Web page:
Many of us have heard the saying “What gets measured, gets managed”. A simple, yet powerful thought. With a simple corollary – what doesn’t get measured, doesn’t get managed.
But last week I heard an interesting anecdote that drove home the power of measurement. In reality, the corollary is far more extreme. In the eyes of the person responsible, what doesn’t get measured… doesn’t really exist.
But before we get into that, let’s take a second look at Peter Drucker’s statement.
In just five words, he captures an overwhelming amount of insight. On human behavior, cognitive biases, the power of incentives, and the strength of a goal-driven approach.
If you want something done, measure it. If there’s an objective number representing the outcome of your actions, you (or your team or partner) will automatically work towards improving it. If you’re assessing something subjectively (or not at all), then progress will never happen.
We see scores of examples of this, across our personal and professional lives:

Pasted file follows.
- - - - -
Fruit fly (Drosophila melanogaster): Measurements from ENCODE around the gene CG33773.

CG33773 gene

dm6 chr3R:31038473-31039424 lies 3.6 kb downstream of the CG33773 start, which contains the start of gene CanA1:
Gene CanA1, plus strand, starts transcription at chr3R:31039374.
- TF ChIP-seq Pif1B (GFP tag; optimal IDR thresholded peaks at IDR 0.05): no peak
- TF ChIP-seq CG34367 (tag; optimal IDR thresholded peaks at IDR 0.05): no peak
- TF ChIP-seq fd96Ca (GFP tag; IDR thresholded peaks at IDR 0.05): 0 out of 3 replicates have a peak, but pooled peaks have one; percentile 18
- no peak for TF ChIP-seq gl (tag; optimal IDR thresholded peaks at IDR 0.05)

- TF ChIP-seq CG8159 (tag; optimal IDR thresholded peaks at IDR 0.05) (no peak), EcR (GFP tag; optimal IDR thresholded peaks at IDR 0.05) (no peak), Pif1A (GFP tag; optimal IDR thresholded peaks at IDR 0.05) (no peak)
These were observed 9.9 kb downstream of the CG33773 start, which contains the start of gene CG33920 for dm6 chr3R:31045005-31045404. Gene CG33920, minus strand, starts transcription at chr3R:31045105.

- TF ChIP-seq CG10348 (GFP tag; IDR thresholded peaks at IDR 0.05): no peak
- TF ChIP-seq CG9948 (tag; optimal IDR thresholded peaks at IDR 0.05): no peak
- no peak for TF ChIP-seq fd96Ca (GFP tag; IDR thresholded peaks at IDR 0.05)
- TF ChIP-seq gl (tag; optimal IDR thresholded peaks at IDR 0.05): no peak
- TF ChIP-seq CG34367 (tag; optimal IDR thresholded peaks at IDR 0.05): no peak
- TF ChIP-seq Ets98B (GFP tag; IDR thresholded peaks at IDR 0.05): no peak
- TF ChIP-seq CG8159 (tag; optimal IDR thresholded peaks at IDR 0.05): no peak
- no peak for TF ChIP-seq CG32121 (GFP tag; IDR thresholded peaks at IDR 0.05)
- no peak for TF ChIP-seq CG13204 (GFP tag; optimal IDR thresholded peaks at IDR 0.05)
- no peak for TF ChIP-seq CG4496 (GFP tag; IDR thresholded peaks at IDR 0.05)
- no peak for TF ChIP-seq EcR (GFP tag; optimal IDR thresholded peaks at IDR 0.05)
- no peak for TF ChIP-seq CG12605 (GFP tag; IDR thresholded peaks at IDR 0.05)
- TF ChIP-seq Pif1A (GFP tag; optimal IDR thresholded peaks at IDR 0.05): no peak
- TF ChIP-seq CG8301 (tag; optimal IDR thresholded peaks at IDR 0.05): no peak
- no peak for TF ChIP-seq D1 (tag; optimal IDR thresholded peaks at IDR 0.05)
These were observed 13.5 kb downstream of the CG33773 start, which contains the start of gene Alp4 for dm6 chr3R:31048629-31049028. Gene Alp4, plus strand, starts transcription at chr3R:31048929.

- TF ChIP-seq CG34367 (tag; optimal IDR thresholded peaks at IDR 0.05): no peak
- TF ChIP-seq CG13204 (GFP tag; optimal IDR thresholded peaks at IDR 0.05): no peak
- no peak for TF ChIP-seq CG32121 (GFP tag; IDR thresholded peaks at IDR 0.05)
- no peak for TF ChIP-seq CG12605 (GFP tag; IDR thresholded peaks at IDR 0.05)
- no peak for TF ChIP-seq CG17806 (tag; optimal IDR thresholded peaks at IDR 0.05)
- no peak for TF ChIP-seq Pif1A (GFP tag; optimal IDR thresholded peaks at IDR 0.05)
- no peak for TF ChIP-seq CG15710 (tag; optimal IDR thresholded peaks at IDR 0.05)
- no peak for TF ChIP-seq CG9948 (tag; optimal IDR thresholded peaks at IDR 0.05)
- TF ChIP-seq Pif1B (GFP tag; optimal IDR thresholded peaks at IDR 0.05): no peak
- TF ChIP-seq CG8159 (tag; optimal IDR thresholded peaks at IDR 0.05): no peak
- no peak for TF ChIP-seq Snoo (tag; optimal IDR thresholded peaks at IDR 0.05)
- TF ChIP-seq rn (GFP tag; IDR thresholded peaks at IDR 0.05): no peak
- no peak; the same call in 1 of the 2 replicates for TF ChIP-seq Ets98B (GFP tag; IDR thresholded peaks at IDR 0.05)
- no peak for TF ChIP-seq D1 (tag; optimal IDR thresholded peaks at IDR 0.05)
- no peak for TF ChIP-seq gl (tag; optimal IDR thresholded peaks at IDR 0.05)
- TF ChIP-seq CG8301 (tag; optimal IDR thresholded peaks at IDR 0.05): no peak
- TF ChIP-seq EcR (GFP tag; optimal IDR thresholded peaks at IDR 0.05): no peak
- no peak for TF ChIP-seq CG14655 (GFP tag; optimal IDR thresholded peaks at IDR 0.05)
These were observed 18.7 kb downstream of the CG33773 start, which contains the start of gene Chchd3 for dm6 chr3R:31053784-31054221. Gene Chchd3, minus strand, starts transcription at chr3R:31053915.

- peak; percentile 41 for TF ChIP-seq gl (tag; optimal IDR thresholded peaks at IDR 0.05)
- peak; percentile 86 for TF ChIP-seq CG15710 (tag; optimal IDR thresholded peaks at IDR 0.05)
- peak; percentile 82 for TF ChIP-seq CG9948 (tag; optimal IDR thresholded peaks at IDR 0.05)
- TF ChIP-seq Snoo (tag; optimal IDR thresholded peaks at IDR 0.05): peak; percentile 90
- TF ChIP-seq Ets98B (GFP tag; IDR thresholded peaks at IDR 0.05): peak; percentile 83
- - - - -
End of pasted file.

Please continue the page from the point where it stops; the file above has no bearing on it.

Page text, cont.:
A. Choose an objective metric
- If you need to exercise more, then don’t just tell yourself to do that every day. Track your activities. A guy I know walks up and down his office building five times every day, just so he can hit the step goal on his Fitbit.
- If you want to increase user engagement on your app, look at your Daily Active Users or Monthly Active Users metrics. Run experiments to increase them. Don’t directly start integrating fun-and-games mechanics without an objective goal.
B. Choose the right metric
- If you want to lose weight, don’t just count calories. Instead, count the amount of simple carbs you’re eating. [Aside: this is an excellent layman’s book on the subject].
- If you want your salespeople to increase sales, don’t measure the daily hours they clock. Count the amount of sales they make. Else, you’ll have diligent workers… who use Facebook 8 hours a day (9-5, on the clock).
As they say, “track it till you crack it” (it rhymes, so it must be true).